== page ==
Clicking our heels with kid-free abandon, Byron and I attend a boot camp class together, an hour that taxes and elevates in equal measure, an hour that rewards the peasant DNA which gifts me with the ability to hoist heavy things while being shouted at by an overlord, an hour where my husband and I literally yoke ourselves together with a strap and run a Spouse Yank around the track.

Yes, the Spouse Yank jokes are writing themselves, smutheads, and you’re very clever, aren’t you? 

After boot camp, as we drive to the bike shop to drop off Byron’s new tires for “truing,” the hero of my Every Spouse Yank drops an anecdote that makes me question if we know each other at all. How can he claim to love me and yet have kept this story to himself?


One time, some half long time ago but maybe more like two years, Byron was in the locker room at the gym. And there was this guy. About 70 years old. Naked. Chatting.

As he held forth about, say, catching a particularly large walleye with his grandson, he casually lifted his foot onto a nearby stool, allowing his personal walleye a good dangle. It turns out he was propping his foot so as to improve air flow.


He fluffed. He chatted.



I may be pushing the years, but still: I’m full of wonder.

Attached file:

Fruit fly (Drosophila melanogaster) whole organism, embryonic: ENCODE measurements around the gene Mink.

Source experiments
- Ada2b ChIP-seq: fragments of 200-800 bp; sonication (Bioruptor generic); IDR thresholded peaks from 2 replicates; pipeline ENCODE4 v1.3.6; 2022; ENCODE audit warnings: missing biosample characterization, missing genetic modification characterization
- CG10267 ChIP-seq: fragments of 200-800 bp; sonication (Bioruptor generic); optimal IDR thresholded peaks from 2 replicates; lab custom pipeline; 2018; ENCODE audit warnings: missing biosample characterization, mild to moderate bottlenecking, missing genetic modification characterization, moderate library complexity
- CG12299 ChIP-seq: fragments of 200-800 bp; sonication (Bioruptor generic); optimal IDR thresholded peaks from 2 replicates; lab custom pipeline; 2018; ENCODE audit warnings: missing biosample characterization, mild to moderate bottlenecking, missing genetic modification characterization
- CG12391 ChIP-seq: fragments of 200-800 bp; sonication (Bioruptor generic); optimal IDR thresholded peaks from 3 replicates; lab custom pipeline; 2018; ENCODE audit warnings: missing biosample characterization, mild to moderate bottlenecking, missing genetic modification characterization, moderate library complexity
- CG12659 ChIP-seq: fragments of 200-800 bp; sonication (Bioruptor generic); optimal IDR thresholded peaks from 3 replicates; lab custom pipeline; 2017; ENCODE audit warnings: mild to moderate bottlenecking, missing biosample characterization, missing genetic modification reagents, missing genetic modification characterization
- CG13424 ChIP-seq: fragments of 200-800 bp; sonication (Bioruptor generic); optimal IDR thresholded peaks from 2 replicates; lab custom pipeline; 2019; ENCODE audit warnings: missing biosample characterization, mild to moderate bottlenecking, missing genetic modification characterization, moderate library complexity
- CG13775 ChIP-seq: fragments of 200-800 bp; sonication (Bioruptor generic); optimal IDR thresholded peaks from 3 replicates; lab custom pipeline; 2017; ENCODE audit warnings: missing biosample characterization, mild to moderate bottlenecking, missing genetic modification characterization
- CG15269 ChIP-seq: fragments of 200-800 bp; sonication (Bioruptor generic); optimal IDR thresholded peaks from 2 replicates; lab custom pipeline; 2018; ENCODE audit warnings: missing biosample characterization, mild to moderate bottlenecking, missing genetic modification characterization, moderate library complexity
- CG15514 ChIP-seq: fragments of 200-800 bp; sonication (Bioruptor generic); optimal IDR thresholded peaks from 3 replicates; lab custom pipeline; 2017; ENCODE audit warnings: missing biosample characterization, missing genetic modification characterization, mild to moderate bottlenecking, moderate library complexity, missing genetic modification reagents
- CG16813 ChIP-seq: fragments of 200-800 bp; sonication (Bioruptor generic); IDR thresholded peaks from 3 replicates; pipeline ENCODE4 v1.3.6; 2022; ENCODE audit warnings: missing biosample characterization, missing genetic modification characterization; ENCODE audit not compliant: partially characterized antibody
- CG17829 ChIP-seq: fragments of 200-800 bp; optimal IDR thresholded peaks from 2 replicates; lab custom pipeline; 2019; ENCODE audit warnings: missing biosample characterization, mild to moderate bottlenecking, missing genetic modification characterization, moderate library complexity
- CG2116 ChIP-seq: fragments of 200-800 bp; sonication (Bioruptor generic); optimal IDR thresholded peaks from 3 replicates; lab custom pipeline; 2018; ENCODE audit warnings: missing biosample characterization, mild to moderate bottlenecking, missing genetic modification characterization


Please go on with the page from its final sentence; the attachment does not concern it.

Thursday: Mike Birbiglia is this season’s “token white male” on an episode of the Sooo Many White Guys podcast. As I listen to him talk with host Phoebe Robinson about Don’t Think Twice — his film in which an improv troupe cracks apart — I consider the implications of striving and failing in front of witnesses.

I am walking, stepping over cracks, up curbs, over puddles; the cadence of my feet propels thoughts about the control that “fear of making a public misstep” exerts over so many people’s lives. Living guardedly certainly assures a person never appears stupid. If one doesn’t put anything out there, one can never be wrong. Yet. There is power in the willingness to look a fool. To be vulnerable in front of others requires trust — that the audience will be kind. Often, they are not. But when they are, the payoff is incomparable. As I walk, still listening, I think back to the try-hard wrecks that some of my writings, classes, and comments have been over the years and decide I’m glad to continue making public mistakes — because at least it means I’m working from courage, exposing vulnerability, trusting strangers, learning where and with whom I am safe.